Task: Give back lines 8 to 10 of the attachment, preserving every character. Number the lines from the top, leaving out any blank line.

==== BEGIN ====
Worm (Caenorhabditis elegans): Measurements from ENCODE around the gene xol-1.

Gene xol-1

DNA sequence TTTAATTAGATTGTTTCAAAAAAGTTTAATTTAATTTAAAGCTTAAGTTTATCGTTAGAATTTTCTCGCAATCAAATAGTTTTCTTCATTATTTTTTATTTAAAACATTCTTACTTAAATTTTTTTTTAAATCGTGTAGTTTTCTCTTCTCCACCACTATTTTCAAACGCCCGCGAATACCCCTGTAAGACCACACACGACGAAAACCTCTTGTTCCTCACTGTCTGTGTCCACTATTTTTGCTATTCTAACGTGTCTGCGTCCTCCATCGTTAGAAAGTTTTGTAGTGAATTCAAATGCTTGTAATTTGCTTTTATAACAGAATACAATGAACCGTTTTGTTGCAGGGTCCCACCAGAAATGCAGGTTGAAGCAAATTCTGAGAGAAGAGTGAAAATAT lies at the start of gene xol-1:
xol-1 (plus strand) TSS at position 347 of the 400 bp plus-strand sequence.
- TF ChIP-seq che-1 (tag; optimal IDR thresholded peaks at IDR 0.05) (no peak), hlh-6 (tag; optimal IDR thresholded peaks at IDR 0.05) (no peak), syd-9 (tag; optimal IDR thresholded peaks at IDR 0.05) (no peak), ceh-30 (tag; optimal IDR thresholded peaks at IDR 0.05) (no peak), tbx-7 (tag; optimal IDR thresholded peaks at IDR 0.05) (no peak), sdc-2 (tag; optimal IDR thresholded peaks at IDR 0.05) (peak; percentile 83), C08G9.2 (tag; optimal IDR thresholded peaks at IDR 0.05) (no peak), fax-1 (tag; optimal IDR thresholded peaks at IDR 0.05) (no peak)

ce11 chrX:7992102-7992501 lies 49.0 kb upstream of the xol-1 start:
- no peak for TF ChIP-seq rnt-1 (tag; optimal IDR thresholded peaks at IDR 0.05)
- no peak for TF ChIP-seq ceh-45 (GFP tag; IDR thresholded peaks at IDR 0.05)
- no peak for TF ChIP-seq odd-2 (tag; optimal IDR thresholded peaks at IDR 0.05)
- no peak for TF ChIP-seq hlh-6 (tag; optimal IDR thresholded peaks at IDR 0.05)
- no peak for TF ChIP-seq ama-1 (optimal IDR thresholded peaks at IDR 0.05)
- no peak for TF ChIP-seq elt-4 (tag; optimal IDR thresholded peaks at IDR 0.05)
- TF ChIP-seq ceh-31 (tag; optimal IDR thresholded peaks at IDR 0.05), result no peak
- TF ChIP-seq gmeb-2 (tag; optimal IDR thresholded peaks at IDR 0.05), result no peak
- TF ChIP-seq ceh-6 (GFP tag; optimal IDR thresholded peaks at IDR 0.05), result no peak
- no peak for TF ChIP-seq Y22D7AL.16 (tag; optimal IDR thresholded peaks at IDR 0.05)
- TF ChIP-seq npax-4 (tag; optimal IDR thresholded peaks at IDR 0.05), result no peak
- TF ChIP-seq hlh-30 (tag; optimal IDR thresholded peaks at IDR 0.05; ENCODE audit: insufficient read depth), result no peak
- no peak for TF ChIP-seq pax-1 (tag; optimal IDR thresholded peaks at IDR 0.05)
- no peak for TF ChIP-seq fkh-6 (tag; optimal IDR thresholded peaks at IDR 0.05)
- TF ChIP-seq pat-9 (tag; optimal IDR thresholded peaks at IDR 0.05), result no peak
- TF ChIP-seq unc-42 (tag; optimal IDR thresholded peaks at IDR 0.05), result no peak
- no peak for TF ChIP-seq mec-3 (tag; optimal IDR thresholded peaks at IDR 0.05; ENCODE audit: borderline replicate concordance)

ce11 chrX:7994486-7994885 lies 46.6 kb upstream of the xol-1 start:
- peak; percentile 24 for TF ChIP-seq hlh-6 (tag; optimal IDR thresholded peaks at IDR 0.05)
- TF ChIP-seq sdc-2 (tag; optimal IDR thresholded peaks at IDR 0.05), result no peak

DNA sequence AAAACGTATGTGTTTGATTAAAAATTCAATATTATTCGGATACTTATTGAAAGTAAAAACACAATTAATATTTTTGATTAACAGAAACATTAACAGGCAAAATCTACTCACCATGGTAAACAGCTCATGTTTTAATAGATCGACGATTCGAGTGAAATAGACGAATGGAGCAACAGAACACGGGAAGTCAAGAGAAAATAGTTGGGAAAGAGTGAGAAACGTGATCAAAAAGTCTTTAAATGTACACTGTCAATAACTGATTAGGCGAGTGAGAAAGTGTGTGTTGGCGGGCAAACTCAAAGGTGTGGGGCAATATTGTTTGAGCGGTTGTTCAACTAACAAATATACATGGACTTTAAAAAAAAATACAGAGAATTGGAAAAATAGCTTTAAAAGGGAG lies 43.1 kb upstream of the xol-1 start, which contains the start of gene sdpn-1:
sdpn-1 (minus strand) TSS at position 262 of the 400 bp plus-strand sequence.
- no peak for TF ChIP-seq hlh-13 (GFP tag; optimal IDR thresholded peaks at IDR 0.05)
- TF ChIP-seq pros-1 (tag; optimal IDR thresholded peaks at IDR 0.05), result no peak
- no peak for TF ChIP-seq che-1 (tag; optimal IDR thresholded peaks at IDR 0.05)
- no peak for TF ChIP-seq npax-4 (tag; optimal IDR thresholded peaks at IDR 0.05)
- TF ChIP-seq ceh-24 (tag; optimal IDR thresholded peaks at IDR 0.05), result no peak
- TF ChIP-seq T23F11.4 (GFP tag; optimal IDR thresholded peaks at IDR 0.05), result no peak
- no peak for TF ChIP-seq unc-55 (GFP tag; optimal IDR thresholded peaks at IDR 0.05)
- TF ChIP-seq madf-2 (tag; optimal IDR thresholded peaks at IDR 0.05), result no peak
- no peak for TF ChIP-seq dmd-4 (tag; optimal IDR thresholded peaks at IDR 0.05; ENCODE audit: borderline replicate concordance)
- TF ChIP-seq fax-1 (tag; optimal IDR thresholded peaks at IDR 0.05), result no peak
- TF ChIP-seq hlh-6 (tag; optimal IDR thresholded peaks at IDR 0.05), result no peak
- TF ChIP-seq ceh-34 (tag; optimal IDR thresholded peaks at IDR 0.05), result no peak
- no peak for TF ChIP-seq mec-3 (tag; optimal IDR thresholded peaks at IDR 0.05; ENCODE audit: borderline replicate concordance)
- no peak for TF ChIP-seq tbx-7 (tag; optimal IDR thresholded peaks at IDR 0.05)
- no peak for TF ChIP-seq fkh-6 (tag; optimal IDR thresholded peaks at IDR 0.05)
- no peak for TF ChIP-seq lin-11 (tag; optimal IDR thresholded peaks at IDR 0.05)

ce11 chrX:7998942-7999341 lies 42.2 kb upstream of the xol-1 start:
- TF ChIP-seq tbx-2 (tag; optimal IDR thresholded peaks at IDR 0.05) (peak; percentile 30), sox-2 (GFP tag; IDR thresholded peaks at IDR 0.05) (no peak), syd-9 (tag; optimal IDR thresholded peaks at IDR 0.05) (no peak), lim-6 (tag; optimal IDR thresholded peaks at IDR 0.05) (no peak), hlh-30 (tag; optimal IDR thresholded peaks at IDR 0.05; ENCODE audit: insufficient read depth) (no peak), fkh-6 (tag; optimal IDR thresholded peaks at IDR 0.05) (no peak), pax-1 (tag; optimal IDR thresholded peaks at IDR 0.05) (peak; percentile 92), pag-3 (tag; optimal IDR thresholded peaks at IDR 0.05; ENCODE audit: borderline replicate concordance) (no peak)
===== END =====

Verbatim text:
- no peak for TF ChIP-seq ceh-45 (GFP tag; IDR thresholded peaks at IDR 0.05)
- no peak for TF ChIP-seq odd-2 (tag; optimal IDR thresholded peaks at IDR 0.05)
- no peak for TF ChIP-seq hlh-6 (tag; optimal IDR thresholded peaks at IDR 0.05)